Nikon is known for ambiguous (OK, I'll say it: poor!) technical writing.
    If you set the Exp Mode to P or S on the F4 or F5 when using a manual focus/non-CPU lens, the cameras will automatically default to A mode. The exception is an AI-P lens (manual focus with OE CPU).
     
  10. To clarify... I believe (someone please correct me if this is misinformation) that the only cameras that can distinguish an AI lens from an AI-S lens by the indent on the back are the FA and the F4. Everything else can only detect electronically, meaning that they know AF and AI-P lenses are AI-S, but otherwise have to assume a nonlinear aperture. Since everything recent relies on open-loop metering, the camera doesn't know where to move the aperture lever to. Hence you have to set the aperture manually, on the lens ring (I don't believe you can set the aperture using the camera controls manually, for the same reason).

    Yes, speaking as someone with some AI-S lenses, this is annoying. There ought to be no reason that I can't tell my D800 (say) to use my AI-S lenses with automatic aperture, but - short of chipping them - I can't.
     
  11. Andrew, the N2000 (F301) and the N2020 (F501) can also detect the indention on AI-S lenses (officially known as the Lens Type Signal Notch).
     
  12. Maybe I'm approaching it silly simple.... but with Ai/AiS lenses, I need to set the aperture using the aperture ring, while with other lenses I'd use the second control wheel for that. Given that the camera cannot move the aperture ring (only follow it), any mode where the camera can change the aperture automatically hence will not work....
    Now, maybe I am completely off the mark (with no experience at all with the F4 either).... but this way, to me it has always made sense that only A and M work :)
    Not really an answer to the question, is it?
     
  13. Thanks, Cory. I can always trust this forum for education!

    After a bit more of a rummage to try to give a better answer... it appears that the (sweet) FA supports shutter priority with AI-S lenses but it also supports shutter priority with AI lenses, because it can select between closed and open loop metering (meter while stopping down, or just move the lever to the calculated place based on the open metering). The F4 has an AI-S detect pin, but doesn't support aperture or program mode with AI or AI-S lenses (only chipped lenses), so I'm not quite clear what it does with it. The FG, F301 and F501 will do program mode (with closed loop metering) for AI lenses, and the 301/501 go open-loop with AI-s, but they don't support shutter priority.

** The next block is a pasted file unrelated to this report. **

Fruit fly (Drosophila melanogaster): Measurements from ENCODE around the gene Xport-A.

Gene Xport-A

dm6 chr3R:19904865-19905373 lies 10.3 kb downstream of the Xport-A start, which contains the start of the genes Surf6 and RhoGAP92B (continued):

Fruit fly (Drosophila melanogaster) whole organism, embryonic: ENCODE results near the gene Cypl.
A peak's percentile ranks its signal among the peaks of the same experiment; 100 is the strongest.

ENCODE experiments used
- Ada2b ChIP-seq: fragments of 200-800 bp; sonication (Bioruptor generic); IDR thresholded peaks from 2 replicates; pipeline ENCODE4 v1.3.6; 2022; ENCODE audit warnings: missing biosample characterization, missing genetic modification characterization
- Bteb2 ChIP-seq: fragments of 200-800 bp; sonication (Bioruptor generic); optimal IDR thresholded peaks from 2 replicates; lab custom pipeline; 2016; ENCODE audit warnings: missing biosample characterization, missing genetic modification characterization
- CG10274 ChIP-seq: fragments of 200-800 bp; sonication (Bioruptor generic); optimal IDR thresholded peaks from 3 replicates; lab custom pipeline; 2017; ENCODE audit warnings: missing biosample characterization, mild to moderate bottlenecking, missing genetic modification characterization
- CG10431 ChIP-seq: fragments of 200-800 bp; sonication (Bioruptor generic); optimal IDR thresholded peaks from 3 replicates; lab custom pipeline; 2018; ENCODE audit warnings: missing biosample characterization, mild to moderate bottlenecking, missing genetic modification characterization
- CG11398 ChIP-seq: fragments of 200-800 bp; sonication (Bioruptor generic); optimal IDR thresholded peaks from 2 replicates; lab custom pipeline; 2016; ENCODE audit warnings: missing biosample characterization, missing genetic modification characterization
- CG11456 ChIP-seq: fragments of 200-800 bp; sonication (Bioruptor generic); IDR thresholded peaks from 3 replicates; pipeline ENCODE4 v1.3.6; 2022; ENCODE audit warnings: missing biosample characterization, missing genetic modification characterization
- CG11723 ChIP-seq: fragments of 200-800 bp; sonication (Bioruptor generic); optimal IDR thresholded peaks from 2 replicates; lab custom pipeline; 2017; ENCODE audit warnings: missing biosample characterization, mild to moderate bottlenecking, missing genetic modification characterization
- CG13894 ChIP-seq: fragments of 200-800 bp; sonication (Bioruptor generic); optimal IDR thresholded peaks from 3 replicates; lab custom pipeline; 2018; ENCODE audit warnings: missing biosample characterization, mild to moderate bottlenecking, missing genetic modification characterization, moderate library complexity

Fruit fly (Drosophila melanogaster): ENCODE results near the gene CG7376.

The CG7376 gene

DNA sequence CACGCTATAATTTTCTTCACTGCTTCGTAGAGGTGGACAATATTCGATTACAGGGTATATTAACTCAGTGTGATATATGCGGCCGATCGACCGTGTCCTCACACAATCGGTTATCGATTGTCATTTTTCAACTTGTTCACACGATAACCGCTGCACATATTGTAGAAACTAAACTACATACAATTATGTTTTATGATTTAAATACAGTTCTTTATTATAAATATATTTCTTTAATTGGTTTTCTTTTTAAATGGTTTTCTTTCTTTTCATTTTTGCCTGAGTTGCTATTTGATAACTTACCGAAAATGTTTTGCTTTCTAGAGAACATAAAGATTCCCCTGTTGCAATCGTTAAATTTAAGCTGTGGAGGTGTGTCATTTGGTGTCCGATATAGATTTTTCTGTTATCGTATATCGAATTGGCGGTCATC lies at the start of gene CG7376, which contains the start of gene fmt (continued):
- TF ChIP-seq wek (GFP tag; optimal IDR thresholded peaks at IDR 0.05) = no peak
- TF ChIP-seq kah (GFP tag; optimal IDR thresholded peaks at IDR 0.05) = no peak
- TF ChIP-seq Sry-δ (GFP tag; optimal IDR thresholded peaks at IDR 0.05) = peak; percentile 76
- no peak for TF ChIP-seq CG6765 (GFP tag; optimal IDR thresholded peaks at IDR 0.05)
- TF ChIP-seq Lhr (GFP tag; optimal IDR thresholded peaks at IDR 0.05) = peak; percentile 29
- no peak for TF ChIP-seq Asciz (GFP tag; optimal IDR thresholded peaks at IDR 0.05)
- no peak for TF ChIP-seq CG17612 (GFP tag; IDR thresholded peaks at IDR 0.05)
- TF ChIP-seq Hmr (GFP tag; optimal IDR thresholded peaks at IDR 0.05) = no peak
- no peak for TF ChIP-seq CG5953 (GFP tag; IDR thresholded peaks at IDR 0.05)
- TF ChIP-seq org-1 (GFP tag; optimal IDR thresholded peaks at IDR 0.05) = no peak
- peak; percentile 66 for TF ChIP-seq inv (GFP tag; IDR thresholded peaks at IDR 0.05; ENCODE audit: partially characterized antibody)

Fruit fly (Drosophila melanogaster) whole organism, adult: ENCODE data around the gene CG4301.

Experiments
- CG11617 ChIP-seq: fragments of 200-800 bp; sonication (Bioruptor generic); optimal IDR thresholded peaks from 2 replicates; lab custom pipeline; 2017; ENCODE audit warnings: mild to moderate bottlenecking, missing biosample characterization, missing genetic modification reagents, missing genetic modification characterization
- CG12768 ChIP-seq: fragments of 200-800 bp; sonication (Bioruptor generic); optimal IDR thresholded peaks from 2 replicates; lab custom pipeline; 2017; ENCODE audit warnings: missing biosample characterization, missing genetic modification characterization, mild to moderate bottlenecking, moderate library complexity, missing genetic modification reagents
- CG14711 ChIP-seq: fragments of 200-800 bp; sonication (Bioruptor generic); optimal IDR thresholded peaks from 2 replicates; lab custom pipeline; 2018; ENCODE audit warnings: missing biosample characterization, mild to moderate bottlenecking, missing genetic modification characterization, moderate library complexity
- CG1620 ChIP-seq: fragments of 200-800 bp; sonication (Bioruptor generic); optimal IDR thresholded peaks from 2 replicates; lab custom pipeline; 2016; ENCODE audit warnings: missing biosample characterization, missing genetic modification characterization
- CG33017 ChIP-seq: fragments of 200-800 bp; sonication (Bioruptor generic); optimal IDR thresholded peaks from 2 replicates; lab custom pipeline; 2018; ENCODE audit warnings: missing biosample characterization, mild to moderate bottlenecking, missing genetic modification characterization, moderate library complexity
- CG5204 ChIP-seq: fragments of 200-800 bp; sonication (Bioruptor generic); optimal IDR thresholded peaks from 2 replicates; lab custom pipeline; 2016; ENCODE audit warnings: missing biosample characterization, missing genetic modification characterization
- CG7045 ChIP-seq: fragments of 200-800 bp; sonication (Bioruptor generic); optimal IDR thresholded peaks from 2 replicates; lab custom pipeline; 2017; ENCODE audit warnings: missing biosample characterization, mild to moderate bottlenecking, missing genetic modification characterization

It strikes me that some modern cameras may not be able to do closed loop metering because the aperture lever movement is tied to the shutter release - which is why you can't hold down the DoF preview button and spin the aperture dial to see different effects on, say, a D700. You can do this on the D800 (added to allow aperture to vary during video), and on the D3 series (I presume D4 as well), so I'd expect these cameras to be technically capable of closed-loop metering had they been programmed to do so. Since an AI-S lens ought to open-loop meter in just the same way that an AF lens does, that shouldn't even require any technical changes to the camera; I presume Nikon simply felt that people should buy AF lenses if they care.

    For those four cameras - especially if it didn't have any significant effect on the F4 operation - I kind of feel that there's a little grinding wheel somewhere in the Nikon factory that's been taking chunks out of the back of lenses for thirty years. It probably doesn't feel very good about itself anymore, but I guess it's a living.
     
  14. Crossed over with Wouter...

    There's no difference in the aperture ring behaviour between an AI-S lens and an AF lens; the only difference for an AI lens is that the aperture lever movement may not be linear with the change in aperture. The aperture ring does two things: tell the camera what aperture you've selected (via the feeler around the lens mount) and block how far the aperture lever can move - which is why changing the aperture ring position changes what you can see when you look through a lens that's not on the camera.

    When you set the aperture ring to its minimum position, you're allowing the aperture lever to move over its full range. At that point, a camera can choose where to move the lever to, which is why the camera can control aperture electronically.

    The only difficulty for a manual lens should be distinguishing between AI and AI-S, thereby telling the camera whether the aperture lever controls the aperture in the same predictable way as with AF lenses (the lens is AI-S) or whether the effect of the lever on the aperture is nonlinear (the lens is AI - in which case you either have to meter while you're closing the lever so you know when to stop, or just give up). The cameras with the pin to tell AI and AI-S apart know which they've got; nothing recent has the pin, and therefore assumes AI.

    Given that, for DSLR use, we already tell the camera the aperture and focal length of an AI lens so it can meter properly, not being able to tell the camera that the lens is AI-S while we're at it seems a bit remiss. I can understand not adding an open loop metering mode, but not being able to tell the camera that it can use closed-loop metering is annoying.